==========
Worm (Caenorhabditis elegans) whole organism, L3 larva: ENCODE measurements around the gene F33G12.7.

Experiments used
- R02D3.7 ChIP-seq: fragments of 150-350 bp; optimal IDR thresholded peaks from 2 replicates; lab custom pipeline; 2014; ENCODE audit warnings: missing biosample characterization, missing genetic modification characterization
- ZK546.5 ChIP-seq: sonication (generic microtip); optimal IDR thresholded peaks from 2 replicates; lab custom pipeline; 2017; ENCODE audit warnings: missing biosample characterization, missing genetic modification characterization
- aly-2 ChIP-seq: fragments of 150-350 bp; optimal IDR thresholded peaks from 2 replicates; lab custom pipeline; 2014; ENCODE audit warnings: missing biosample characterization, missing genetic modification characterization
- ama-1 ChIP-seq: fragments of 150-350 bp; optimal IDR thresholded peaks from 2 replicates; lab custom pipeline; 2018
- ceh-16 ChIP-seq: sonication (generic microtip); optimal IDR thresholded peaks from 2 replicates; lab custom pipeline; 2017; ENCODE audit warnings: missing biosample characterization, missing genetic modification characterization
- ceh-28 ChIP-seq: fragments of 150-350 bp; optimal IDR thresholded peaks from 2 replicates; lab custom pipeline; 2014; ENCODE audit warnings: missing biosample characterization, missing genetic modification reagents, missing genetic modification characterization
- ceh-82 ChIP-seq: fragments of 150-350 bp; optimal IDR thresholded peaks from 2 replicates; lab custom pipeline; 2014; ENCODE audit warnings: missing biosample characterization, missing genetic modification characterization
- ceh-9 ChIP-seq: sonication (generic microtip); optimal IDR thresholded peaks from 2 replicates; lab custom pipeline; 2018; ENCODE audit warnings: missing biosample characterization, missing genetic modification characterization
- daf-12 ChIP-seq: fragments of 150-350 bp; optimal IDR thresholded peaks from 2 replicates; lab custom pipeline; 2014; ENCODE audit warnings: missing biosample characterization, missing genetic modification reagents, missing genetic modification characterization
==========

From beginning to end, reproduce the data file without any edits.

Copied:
Worm (Caenorhabditis elegans) whole organism, L3 larva: ENCODE measurements around the gene F33G12.7.

Experiments used
- R02D3.7 ChIP-seq: fragments of 150-350 bp; optimal IDR thresholded peaks from 2 replicates; lab custom pipeline; 2014; ENCODE audit warnings: missing biosample characterization, missing genetic modification characterization
- ZK546.5 ChIP-seq: sonication (generic microtip); optimal IDR thresholded peaks from 2 replicates; lab custom pipeline; 2017; ENCODE audit warnings: missing biosample characterization, missing genetic modification characterization
- aly-2 ChIP-seq: fragments of 150-350 bp; optimal IDR thresholded peaks from 2 replicates; lab custom pipeline; 2014; ENCODE audit warnings: missing biosample characterization, missing genetic modification characterization
- ama-1 ChIP-seq: fragments of 150-350 bp; optimal IDR thresholded peaks from 2 replicates; lab custom pipeline; 2018
- ceh-16 ChIP-seq: sonication (generic microtip); optimal IDR thresholded peaks from 2 replicates; lab custom pipeline; 2017; ENCODE audit warnings: missing biosample characterization, missing genetic modification characterization
- ceh-28 ChIP-seq: fragments of 150-350 bp; optimal IDR thresholded peaks from 2 replicates; lab custom pipeline; 2014; ENCODE audit warnings: missing biosample characterization, missing genetic modification reagents, missing genetic modification characterization
- ceh-82 ChIP-seq: fragments of 150-350 bp; optimal IDR thresholded peaks from 2 replicates; lab custom pipeline; 2014; ENCODE audit warnings: missing biosample characterization, missing genetic modification characterization
- ceh-9 ChIP-seq: sonication (generic microtip); optimal IDR thresholded peaks from 2 replicates; lab custom pipeline; 2018; ENCODE audit warnings: missing biosample characterization, missing genetic modification characterization
- daf-12 ChIP-seq: fragments of 150-350 bp; optimal IDR thresholded peaks from 2 replicates; lab custom pipeline; 2014; ENCODE audit warnings: missing biosample characterization, missing genetic modification reagents, missing genetic modification characterization